The Bitter Twins by Jen Williams. Book Review

The Bitter Twins by Jen Williams
Headline, p/b, 624pp, £8.99
Reviewed by Joely Black

Jen Williams’ sequel to the acclaimed The Ninth Rain, is a strong contender for one of the best follow-ups I’ve ever read. While the first book took the time to lead us on a riotous journey through a world that featured everything from giant flying bats to trains powered by magic, The Bitter Twins has started to explore deeper and more powerful themes.

While Bern and Aldasair and their new war-beasts must try to protect Sarn from the Ninth Rain of the Jure’lia bugs, Noon and Tor continue their awkward not-a-romance as they go hunting for an artist who might remind the war-beasts of their own history. Meanwhile, the Jure’lia queen holds Hestillion captive, and the Eboran who fought so hard for her own people’s survival now finds herself turning into their number one enemy.

This is a fascinating look at the idea of connection, and how alike the various groups turn out to be. While they may seem very different, Williams is exploring the idea of how much these groups have in common. Noon and Tor are hunting for the very origins of the Eboran race, and what they find mirrors much of what happens in the Jure’lia’s corpse moon. It is powerful, exciting material exposing the fragility of creation myths and how they create a false sense of separation between cultures that believe themselves so different.

Williams has created an effective balance between action and insight. We still have the rollicking Lady Vintage, still battling on a flying bat despite breaking an ankle, Noon’s incredible winnowfire and plenty of dragon versus dragon fighting action. But this is tempered with discoveries about the deep history of Ebora, humans and even the Jure’lia that give The Bitter Twins arguably more depth and an added layer of interest for readers.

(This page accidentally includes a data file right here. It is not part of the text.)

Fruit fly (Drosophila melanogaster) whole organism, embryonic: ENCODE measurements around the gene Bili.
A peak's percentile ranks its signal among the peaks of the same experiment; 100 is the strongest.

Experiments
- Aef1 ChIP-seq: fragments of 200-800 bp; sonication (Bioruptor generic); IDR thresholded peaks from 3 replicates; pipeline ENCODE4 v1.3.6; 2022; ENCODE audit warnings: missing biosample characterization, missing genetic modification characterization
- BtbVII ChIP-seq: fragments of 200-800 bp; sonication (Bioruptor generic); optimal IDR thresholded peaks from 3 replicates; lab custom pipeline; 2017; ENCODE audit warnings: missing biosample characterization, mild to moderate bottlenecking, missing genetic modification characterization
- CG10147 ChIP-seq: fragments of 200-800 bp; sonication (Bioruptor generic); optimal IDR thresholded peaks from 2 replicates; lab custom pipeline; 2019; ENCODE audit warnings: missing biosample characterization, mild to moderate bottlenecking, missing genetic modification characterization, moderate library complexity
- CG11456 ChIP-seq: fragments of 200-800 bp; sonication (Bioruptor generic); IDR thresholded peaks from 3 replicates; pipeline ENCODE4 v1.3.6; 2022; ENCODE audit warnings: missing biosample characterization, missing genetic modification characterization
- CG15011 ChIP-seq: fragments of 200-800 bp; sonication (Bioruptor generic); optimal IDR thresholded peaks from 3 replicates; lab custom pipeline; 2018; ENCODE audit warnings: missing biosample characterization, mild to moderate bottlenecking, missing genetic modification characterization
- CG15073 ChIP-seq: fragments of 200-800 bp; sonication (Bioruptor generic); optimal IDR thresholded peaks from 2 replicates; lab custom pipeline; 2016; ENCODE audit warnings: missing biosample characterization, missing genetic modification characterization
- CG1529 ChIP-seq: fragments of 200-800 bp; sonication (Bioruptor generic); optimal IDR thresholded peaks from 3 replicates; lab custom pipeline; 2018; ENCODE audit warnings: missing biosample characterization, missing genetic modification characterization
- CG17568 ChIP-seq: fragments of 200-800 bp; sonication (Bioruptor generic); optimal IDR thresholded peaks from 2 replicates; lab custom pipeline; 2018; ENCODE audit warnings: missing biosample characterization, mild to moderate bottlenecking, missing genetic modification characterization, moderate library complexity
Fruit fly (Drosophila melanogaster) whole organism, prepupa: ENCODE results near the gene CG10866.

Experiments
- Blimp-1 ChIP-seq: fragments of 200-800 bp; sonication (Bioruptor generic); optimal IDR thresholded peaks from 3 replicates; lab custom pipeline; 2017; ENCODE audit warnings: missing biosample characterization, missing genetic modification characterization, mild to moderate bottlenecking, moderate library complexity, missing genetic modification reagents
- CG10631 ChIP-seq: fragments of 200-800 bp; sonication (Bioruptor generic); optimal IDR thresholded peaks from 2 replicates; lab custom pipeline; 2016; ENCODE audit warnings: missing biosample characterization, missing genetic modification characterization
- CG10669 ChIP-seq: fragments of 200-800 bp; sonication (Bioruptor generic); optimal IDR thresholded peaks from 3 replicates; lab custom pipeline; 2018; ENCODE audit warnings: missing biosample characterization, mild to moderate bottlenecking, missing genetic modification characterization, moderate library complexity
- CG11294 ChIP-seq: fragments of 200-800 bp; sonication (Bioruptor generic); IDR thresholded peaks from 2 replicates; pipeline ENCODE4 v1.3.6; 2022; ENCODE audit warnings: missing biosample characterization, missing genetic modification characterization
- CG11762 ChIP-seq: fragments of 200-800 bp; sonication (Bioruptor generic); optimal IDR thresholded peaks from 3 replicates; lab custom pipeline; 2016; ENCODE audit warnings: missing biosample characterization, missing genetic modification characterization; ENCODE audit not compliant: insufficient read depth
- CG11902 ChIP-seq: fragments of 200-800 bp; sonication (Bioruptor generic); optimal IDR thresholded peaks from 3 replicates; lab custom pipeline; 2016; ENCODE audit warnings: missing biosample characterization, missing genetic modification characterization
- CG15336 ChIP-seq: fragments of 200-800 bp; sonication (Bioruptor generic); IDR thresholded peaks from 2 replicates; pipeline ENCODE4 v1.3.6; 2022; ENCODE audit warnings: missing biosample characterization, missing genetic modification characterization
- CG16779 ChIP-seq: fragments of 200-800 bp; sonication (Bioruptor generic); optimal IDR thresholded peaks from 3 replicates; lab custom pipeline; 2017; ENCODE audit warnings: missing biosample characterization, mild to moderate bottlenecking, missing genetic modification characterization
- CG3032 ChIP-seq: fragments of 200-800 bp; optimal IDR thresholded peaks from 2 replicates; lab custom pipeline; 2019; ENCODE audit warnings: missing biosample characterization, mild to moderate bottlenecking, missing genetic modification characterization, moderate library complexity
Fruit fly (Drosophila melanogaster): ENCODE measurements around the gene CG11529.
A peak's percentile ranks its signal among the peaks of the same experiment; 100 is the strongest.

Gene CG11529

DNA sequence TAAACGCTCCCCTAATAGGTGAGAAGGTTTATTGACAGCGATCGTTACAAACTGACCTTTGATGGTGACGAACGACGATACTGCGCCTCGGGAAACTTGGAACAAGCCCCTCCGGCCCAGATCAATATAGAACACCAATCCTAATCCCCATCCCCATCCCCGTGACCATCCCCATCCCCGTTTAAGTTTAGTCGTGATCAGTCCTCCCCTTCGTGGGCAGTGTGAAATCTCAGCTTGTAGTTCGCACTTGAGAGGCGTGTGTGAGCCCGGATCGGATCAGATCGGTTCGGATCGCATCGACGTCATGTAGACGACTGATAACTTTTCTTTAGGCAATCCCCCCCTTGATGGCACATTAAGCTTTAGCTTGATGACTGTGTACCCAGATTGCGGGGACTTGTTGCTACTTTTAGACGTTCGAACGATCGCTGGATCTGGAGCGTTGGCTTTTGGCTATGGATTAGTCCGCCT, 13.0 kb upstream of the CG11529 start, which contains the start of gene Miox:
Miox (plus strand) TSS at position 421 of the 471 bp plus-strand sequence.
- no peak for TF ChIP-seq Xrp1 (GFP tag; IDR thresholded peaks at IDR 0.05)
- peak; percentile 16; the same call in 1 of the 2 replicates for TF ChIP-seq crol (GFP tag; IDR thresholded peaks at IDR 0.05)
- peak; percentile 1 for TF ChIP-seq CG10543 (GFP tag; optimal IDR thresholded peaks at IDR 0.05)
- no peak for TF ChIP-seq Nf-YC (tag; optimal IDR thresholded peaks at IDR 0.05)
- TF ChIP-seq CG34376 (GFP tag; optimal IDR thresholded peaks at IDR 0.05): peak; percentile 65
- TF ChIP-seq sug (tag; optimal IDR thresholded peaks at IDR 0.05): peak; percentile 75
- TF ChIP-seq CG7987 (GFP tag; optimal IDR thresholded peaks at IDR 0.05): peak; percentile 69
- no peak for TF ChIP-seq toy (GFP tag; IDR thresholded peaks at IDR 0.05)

Hestillion’s capture by the Jure’lia queen adds yet another facet to the story. Rather than giving us a simplistic portrayal of a hideous enemy, we can now see deep inside the corpse moon, at how the queen’s and Hestillion’s relationship is evolving, both clearly influenced by each other. Hestillion must make a difficult choice as a prisoner on the corpse moon, whether she should try to protect Ebora or shift her allegiances for the sake of her own life and future. The corpse moon and the queen will make readers shudder, but that is almost overshadowed by what Noon and Tor discover on the remote island of Origin, where Eboran life supposedly began.

All this has left me desperate to know what Williams plans to do with the third book. This is developing into more than a good-versus-evil fantasy adventure, and we may be headed for a thrilling and thoughtful final book. I for one would love to know if Noon and Tor ever do get over themselves and get together, and how the news of Ebora’s true origins will affect their battle to rescue Sarn from the Jure’lia’s advances.

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